I received what seemed an angry call a few weeks ago from my older sister who resides in Modakeke. I asked what the matter was because it is very unusual for her to sound irritated. “Help me beg your friend Aregbesola to pay our salaries because he has not paid us for several months,” she thundered. I pleaded with her to cool temper while I tried to explain the little I understood about the debacle. My sister was obviously not in the mood for any rigmarole or semantics but I tried my best to pacify her.
Weeks after that encounter, it seems the situation has become even worse in Osun with politicians making capital gains of it. There is the inherent potential for blackmail and I’ve taken time to examine some of their claims. Startlingly, I discovered that the Governor is a victim of his own obsession with rapid development. I will elaborate by illustrating my thesis with the story of Bill Clinton when he was Governor of Arkansas. In his autobiography, President Clinton offered an insight into the danger of any government thinking it can solve all of society’s problems in 0ne fellk swoop or in the lifetime of its regime. He was desperate to do so much but ended up offending his people who could not endure the pain and sacrifice needed to achieve the monumental results he craved for them.
The case of Aregbesola is not too different. Love him or hate him, even Aregbesola’s bitterest enemies would attest to the fact that the man is a compulsive workaholic. I first noticed this about him as Commissioner for Works under Governor Bola Tinubu in Lagos State. Alhaji Rauf,as we fondly called him, was the Mr Fix It of that ground-breaking administration. Indeed, this was the reason Governor Tinubu and Aregbesola became almost inseparable.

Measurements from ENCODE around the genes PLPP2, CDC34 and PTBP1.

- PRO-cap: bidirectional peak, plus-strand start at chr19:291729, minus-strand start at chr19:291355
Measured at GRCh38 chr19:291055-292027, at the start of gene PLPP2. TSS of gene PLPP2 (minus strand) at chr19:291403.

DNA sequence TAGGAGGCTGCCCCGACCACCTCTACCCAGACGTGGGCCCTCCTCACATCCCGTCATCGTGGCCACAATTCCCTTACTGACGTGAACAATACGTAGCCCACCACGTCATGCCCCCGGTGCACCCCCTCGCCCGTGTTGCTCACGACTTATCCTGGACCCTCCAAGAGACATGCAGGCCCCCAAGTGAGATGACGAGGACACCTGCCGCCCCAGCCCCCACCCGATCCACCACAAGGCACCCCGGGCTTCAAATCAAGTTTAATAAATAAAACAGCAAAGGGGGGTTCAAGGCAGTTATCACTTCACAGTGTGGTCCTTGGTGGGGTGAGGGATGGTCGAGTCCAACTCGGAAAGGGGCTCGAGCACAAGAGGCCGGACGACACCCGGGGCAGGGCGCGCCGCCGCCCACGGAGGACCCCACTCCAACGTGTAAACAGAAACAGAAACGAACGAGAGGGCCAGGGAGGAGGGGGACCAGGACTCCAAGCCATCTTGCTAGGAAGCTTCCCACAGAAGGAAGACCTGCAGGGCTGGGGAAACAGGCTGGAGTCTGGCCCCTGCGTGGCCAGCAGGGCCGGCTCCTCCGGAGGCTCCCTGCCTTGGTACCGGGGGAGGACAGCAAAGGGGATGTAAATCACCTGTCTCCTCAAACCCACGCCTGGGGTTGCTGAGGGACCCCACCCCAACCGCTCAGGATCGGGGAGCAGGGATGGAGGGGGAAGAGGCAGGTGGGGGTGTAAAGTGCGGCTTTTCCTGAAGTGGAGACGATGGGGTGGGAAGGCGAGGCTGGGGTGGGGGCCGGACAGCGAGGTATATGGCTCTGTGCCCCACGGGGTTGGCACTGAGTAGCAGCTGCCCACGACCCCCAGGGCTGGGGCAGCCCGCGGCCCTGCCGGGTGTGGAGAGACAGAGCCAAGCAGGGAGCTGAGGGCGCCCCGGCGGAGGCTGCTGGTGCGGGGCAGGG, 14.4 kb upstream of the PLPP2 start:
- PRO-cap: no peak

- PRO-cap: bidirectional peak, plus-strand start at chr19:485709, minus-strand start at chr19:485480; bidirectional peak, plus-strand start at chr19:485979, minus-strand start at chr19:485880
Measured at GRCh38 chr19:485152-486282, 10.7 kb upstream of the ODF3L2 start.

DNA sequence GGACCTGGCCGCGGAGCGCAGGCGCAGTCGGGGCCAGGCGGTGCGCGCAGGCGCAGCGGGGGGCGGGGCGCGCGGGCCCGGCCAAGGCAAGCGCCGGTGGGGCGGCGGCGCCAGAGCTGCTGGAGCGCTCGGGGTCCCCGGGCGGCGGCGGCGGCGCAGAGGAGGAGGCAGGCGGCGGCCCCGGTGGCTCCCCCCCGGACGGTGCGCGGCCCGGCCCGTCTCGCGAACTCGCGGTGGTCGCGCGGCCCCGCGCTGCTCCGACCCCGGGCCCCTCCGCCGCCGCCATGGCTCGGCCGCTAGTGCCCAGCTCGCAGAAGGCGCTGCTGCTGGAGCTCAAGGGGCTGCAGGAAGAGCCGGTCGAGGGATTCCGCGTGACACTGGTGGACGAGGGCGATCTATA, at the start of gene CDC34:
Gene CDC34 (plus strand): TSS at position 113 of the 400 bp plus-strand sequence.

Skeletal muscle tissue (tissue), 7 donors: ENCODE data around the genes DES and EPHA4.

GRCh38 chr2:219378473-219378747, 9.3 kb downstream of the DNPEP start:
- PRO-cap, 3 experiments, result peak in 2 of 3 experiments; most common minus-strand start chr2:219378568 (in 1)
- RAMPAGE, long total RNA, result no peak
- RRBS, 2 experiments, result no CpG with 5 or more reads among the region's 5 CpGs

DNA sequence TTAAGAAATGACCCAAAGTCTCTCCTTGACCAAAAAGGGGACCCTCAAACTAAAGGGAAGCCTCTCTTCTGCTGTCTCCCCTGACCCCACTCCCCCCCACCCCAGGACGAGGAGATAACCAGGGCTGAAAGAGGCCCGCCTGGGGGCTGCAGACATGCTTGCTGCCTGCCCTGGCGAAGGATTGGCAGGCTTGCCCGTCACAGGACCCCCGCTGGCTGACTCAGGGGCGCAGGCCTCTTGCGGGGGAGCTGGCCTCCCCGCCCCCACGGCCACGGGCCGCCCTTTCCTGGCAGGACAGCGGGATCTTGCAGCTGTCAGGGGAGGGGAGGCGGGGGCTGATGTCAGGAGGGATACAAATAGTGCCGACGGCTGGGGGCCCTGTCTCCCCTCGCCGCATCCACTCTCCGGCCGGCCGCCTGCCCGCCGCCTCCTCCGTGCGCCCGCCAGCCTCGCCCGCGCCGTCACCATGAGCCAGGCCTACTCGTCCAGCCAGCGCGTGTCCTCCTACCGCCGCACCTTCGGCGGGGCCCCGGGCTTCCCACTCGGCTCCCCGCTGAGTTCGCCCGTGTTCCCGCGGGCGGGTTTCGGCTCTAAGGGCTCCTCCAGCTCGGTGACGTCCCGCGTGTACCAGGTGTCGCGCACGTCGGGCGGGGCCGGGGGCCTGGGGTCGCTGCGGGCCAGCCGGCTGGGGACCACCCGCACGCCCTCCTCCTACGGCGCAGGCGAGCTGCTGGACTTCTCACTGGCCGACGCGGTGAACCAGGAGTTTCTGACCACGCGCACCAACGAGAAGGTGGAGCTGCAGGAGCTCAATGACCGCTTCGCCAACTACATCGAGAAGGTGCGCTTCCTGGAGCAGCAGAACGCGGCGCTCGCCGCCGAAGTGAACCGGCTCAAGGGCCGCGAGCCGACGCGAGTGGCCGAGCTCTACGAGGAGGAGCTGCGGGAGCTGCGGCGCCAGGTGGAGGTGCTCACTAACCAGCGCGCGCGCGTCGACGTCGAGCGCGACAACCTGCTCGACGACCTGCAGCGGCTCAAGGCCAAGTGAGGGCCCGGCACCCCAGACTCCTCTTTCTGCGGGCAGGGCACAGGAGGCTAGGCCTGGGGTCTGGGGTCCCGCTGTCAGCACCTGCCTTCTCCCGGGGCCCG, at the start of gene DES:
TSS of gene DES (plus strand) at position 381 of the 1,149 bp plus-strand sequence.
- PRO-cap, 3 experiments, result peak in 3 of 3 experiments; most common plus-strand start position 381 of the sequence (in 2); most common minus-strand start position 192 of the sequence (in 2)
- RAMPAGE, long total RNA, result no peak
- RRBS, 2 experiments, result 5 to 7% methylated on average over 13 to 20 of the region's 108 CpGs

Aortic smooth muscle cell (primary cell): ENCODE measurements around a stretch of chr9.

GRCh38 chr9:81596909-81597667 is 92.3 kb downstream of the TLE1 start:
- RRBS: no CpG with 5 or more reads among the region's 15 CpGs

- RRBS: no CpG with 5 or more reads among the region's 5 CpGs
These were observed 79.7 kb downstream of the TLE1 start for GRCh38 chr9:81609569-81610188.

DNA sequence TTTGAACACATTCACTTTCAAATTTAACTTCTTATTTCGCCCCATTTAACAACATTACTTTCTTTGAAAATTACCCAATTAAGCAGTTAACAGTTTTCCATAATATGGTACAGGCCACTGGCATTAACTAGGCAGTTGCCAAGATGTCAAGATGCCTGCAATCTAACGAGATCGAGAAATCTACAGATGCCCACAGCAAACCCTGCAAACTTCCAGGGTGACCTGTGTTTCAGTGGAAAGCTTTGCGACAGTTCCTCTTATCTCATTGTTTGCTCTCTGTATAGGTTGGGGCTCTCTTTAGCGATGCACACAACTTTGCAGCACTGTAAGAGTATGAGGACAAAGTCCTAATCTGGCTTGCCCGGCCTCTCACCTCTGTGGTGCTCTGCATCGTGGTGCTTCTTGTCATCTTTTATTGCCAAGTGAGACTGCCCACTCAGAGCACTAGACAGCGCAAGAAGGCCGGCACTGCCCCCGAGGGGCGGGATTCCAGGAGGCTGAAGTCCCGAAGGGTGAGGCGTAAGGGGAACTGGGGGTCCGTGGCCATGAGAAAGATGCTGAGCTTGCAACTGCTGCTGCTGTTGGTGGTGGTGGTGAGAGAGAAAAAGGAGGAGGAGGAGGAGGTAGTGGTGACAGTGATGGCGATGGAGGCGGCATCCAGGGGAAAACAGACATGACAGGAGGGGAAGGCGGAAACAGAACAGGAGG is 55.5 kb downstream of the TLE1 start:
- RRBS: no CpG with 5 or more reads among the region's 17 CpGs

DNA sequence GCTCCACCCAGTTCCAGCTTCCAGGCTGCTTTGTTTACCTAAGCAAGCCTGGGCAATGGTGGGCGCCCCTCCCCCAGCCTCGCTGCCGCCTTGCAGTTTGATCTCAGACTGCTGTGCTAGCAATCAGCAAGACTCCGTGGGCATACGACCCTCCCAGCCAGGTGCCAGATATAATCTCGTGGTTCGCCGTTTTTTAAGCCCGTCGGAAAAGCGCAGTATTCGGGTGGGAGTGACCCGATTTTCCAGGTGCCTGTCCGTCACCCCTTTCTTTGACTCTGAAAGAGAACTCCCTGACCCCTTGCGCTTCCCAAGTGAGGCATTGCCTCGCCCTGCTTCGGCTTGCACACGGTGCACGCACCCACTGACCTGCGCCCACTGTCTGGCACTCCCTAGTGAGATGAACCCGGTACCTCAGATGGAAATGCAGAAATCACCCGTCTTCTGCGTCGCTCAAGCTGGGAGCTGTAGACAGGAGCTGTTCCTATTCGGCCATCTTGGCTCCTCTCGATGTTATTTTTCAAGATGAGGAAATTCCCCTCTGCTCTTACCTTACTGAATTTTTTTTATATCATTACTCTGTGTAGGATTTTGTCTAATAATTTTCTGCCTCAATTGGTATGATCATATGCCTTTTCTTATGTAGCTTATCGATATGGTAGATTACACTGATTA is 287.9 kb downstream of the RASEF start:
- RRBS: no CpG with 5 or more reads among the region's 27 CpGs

In Osun, Aregbesola has embarked on massive infrastructural development. This would not have been too difficult in a country or State where the cost of running government is not so stupendous. But wait for this shocking revelation, the Osun Civil Service has a population of about 35,000, representing about 1% of the State’s population but the monthly wage bill gulps a handsome N3.6billion and a gargantuan N43.2billion annually. This alone devours about 70% of the total budget which is the sad trend across our nation. Please, tell me why our country won’t continue to wear the look of a war-ravaged territory and wallow in misery with this level of government profligacy which does not even begin to help the unemployment mess that our governments try to ameliorate by hiring as much of the citizenry as possible.